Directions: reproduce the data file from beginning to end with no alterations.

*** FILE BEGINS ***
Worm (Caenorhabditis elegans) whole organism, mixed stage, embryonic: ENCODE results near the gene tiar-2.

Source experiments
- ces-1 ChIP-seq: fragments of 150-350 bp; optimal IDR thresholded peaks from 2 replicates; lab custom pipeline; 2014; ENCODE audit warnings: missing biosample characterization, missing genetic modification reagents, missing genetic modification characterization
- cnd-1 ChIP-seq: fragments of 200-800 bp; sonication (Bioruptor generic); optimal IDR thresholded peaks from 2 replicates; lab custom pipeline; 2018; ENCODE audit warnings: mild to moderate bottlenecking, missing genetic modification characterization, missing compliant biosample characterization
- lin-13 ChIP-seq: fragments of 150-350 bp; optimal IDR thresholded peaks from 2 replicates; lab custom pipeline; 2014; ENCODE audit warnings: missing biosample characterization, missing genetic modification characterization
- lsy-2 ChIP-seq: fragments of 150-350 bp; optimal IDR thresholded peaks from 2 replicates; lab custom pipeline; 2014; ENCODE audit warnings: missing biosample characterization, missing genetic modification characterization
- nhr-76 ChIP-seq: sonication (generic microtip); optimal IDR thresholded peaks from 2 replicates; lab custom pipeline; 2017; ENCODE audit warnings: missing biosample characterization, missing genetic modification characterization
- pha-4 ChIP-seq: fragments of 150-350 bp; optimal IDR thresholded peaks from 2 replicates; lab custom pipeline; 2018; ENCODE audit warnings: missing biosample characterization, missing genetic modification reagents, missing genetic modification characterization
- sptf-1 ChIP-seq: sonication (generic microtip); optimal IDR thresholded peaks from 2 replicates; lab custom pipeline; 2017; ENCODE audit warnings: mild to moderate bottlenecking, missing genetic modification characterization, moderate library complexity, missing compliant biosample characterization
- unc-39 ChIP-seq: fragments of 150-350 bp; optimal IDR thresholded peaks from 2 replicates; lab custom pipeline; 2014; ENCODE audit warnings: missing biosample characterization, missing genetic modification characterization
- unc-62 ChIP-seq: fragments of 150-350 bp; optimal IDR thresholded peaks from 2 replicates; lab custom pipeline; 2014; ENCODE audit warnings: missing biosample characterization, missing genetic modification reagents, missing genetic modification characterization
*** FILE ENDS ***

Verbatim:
Worm (Caenorhabditis elegans) whole organism, mixed stage, embryonic: ENCODE results near the gene tiar-2.

Source experiments
- ces-1 ChIP-seq: fragments of 150-350 bp; optimal IDR thresholded peaks from 2 replicates; lab custom pipeline; 2014; ENCODE audit warnings: missing biosample characterization, missing genetic modification reagents, missing genetic modification characterization
- cnd-1 ChIP-seq: fragments of 200-800 bp; sonication (Bioruptor generic); optimal IDR thresholded peaks from 2 replicates; lab custom pipeline; 2018; ENCODE audit warnings: mild to moderate bottlenecking, missing genetic modification characterization, missing compliant biosample characterization
- lin-13 ChIP-seq: fragments of 150-350 bp; optimal IDR thresholded peaks from 2 replicates; lab custom pipeline; 2014; ENCODE audit warnings: missing biosample characterization, missing genetic modification characterization
- lsy-2 ChIP-seq: fragments of 150-350 bp; optimal IDR thresholded peaks from 2 replicates; lab custom pipeline; 2014; ENCODE audit warnings: missing biosample characterization, missing genetic modification characterization
- nhr-76 ChIP-seq: sonication (generic microtip); optimal IDR thresholded peaks from 2 replicates; lab custom pipeline; 2017; ENCODE audit warnings: missing biosample characterization, missing genetic modification characterization
- pha-4 ChIP-seq: fragments of 150-350 bp; optimal IDR thresholded peaks from 2 replicates; lab custom pipeline; 2018; ENCODE audit warnings: missing biosample characterization, missing genetic modification reagents, missing genetic modification characterization
- sptf-1 ChIP-seq: sonication (generic microtip); optimal IDR thresholded peaks from 2 replicates; lab custom pipeline; 2017; ENCODE audit warnings: mild to moderate bottlenecking, missing genetic modification characterization, moderate library complexity, missing compliant biosample characterization
- unc-39 ChIP-seq: fragments of 150-350 bp; optimal IDR thresholded peaks from 2 replicates; lab custom pipeline; 2014; ENCODE audit warnings: missing biosample characterization, missing genetic modification characterization
- unc-62 ChIP-seq: fragments of 150-350 bp; optimal IDR thresholded peaks from 2 replicates; lab custom pipeline; 2014; ENCODE audit warnings: missing biosample characterization, missing genetic modification reagents, missing genetic modification characterization